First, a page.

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Military and Civilian Casualties

Heroes Remember

Military and Civilian Casualties

Remembrance Day for me is a time when I try to instill in my children and in my grandchildren the importance of remembering what happened. Not so much the suffering that we went through as soldiers, but what happened in these lands, the dying, the suffering, the total dehumanization of a people, of people and that happened. And this is why we try to remember. It's not only remembering our comrades, those that went before us and died. We do remember those people, but there's more to it than that. And that's my responsibility to them. I try to do that. It's interesting that this year the students that I talk to and I had..., they gave me great respect because there wasn't a sound, and usually kids are noisy and unattentive or inattentive, and these weren't and they wanted to know. I told them, there were children like you and there were. And so I think that's a responsibility of mine too, if I can just reach one or two of those youngsters and that they understand and carry that message. And their primary responsibility is to ensure that politicians talk about peace. War is not the answer. It wasn't in Korea, it wasn't in the Second World War, it wasn't in the First World War but there are times I know that it becomes necessary that you have to stand up and be counted and one of the ways is dying and that's war.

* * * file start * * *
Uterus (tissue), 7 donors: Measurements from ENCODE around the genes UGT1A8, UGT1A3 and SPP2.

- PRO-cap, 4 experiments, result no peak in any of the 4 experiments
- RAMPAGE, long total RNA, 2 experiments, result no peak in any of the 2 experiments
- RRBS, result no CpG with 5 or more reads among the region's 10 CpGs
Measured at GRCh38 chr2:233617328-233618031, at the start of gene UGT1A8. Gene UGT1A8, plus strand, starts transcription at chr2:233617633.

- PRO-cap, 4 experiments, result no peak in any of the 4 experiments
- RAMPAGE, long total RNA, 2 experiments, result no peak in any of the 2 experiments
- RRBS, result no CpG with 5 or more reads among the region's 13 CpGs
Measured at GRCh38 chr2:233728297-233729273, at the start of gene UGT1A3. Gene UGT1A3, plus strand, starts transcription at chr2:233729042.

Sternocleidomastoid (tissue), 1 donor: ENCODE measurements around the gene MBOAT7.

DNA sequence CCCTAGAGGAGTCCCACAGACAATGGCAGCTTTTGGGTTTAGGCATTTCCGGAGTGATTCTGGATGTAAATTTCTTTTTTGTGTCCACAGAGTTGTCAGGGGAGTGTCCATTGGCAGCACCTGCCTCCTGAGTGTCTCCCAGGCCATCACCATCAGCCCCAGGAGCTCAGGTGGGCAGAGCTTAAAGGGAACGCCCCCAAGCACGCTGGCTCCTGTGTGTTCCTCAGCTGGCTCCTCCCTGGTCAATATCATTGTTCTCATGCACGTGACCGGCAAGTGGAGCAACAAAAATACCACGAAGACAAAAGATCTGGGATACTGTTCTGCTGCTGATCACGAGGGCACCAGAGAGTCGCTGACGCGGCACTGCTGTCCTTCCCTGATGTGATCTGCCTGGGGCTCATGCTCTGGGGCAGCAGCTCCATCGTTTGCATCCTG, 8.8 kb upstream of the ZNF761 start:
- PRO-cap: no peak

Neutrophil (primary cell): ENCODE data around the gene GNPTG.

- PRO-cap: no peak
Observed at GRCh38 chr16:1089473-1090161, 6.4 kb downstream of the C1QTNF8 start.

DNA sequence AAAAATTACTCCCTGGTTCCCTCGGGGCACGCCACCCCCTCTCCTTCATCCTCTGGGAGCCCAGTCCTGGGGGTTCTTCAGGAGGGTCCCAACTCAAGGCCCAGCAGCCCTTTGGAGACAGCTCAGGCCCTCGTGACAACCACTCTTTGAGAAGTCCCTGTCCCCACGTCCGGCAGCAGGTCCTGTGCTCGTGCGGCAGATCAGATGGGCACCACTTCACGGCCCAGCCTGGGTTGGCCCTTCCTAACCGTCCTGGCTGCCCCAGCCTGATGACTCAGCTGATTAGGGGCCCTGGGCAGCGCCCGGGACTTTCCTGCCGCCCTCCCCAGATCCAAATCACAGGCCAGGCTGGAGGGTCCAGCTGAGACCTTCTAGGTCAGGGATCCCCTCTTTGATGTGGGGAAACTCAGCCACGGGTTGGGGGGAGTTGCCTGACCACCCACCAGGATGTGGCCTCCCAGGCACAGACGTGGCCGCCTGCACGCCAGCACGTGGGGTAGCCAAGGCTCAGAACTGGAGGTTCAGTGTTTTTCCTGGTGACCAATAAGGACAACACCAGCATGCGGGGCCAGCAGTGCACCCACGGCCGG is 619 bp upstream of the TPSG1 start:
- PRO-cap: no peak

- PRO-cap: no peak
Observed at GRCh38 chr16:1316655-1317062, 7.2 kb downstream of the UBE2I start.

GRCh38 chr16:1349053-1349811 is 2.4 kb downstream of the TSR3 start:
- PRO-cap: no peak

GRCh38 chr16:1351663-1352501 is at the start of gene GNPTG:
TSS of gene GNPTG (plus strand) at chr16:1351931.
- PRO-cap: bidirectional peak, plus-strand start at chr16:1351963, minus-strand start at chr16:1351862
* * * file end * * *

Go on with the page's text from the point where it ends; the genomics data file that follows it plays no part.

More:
Mr. Ferguson discusses the importance of remembering both military and civilian victims of war. He stresses the need for today’s youth to lobby our politicians to adopt a stance that embraces peace as the first option.

Luther Ferguson

Luther Ferguson was born in Mayview, Saskatchewan on October 23, 1933. He describes himself as being “unworldly, poorly educated and having low self-esteem.” Mr. Ferguson felt that the Army offered him the best opportunity to both further his education and improve his life. He enlisted in 1951, and soon found himself a combatant in the Korean War, where he served in the infantry. Mr. Ferguson’s accounts lean heavily on the psychological impacts of training and warfare, and the devastation experienced by the civilian population during the Korean conflict.

Meta Data
Veterans Affairs Canada
Person Interviewed:
Luther Ferguson
War, Conflict or Mission:
Korean War
Royal Canadian Regiment

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